I’ve seen it happen many times. Colleagues who challenge themselves in their careers and nab a desirable job with a sought-after title. Maybe the job is a Technical Communications Manager role. Perhaps it’s a Senior Technical Writer position.
After they settle into the new role and demonstrate success for some period of time, they appear to stop learning. It’s as if they’ve reached their goal and don’t want to push themselves anymore. Here are two examples I’ve witnessed:
• The manager who just wants to write. They love writing but they’re not that keen on technology and they avoid terms like DITA and XML, even though more and more jobs require these skills.
• The technical writer who works for a large well-known company that is struggling financially. He knows the company is going through challenging times but doesn’t bother applying for any jobs outside of the firm. He feels secure and can’t be bothered to be proactive. One day, senior management decides to lay off almost everyone in the division, including the technical writer. He’s unemployed for six months because he is now competing with all the other writers who were laid off. He almost exhausts his savings in the process.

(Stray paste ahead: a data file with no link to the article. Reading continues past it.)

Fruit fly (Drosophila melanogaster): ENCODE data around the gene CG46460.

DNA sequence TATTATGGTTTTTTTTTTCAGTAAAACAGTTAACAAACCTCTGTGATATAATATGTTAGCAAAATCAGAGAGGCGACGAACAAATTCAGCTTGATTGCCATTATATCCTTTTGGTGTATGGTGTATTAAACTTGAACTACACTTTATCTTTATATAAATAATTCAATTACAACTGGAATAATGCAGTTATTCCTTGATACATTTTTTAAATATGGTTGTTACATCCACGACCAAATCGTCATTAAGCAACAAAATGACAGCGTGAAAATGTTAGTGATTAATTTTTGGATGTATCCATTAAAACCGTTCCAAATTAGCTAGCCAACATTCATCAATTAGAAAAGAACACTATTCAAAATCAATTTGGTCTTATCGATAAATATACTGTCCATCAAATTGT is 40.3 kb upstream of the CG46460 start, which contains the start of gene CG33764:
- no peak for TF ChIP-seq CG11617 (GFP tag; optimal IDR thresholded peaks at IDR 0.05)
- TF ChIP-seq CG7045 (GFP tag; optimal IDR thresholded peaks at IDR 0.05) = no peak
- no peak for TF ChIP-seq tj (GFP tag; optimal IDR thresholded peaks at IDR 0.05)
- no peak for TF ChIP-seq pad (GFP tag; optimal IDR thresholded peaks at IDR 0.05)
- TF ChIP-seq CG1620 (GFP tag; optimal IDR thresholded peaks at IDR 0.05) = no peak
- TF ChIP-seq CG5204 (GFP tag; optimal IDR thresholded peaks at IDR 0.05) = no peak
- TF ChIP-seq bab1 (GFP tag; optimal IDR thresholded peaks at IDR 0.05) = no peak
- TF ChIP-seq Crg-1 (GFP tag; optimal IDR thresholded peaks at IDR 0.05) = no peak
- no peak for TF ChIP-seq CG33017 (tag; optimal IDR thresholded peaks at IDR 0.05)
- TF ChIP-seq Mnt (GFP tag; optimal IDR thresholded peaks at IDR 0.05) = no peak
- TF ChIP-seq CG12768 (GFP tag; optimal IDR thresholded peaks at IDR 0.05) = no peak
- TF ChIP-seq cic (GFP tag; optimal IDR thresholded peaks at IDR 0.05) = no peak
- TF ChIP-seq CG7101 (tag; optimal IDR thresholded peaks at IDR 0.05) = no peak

It’s not unique to technical writers and managers. I know someone who worked for years as a marketing consultant. When social media became more and more prevalent, he dismissed it as a fad, when it actually became a requirement for a job. If you were an employer and you had to choose between an eager candidate who was well versed in RSS feeds, blogs, and viral marketing and an experienced but expensive marketing person who was still mired in the 1990s, who would you choose?
In my opinion, all of these people became complacent. They stopped caring about learning and improving.
Why do people do this? Do these examples ring a bell? Why do you think that some people fall into this rut?
Robert Desprez is a senior technical writer who regularly blogs on subjects related to technical writing. Check out his blog: http://www.robertdesprez.com/Site_3/Blog/Blog.html